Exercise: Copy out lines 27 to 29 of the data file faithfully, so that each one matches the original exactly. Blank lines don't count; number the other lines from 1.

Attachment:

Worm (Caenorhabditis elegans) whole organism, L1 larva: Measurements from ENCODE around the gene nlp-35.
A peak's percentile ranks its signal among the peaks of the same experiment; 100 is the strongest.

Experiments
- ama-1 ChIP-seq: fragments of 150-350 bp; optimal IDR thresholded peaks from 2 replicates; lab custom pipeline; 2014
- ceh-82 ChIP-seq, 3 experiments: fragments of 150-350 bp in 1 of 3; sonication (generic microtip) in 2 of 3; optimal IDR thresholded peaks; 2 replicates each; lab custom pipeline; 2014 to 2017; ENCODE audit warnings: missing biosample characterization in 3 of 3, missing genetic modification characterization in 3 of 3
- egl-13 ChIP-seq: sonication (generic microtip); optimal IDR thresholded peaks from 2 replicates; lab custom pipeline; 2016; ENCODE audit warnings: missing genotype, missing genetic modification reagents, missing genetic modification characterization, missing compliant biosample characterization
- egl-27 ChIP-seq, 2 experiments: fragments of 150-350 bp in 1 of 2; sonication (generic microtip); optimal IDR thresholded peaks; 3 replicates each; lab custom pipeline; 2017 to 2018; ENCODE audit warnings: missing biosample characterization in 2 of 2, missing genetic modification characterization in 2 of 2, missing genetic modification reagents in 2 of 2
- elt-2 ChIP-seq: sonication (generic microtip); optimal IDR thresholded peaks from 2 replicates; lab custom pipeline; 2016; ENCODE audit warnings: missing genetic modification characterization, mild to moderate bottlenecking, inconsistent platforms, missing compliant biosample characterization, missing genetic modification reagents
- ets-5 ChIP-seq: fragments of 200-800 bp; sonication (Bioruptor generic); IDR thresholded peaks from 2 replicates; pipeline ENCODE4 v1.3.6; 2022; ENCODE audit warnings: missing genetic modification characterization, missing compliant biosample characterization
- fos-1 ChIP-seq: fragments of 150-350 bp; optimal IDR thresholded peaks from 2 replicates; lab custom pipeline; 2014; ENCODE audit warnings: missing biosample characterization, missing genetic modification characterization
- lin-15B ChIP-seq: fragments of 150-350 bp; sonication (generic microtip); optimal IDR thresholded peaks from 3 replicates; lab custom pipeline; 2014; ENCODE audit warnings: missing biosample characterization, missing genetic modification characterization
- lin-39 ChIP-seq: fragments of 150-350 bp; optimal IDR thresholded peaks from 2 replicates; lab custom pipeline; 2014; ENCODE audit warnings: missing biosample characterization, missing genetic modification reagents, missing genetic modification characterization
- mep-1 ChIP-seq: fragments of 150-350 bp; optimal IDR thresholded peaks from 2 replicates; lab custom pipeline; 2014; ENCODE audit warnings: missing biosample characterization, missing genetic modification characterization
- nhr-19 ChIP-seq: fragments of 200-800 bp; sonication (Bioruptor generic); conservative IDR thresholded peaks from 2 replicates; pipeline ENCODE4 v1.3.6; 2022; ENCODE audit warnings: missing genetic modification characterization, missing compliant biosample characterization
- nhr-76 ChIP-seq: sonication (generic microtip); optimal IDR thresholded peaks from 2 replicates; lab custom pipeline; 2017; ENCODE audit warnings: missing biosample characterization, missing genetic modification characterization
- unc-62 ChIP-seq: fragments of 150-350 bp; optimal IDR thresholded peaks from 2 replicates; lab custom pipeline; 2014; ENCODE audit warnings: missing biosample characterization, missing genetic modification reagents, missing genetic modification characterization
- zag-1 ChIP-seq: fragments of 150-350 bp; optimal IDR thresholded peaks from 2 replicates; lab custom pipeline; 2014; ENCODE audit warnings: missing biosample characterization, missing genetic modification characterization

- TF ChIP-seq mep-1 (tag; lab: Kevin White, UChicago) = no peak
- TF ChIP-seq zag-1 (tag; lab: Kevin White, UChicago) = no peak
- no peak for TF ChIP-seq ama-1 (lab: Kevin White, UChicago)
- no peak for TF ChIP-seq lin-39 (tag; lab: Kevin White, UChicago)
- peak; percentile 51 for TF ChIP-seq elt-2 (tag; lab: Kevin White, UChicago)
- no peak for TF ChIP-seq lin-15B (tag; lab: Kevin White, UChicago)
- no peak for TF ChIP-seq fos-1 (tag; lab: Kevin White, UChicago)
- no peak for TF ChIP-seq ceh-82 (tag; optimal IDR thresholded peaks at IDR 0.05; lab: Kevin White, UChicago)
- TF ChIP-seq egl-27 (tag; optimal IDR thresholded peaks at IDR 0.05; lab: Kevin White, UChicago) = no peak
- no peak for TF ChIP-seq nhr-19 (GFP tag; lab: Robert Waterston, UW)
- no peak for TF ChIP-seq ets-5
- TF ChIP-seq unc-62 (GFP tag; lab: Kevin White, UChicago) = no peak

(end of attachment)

- no peak for TF ChIP-seq nhr-19 (GFP tag; lab: Robert Waterston, UW)
- no peak for TF ChIP-seq ets-5
- TF ChIP-seq unc-62 (GFP tag; lab: Kevin White, UChicago) = no peak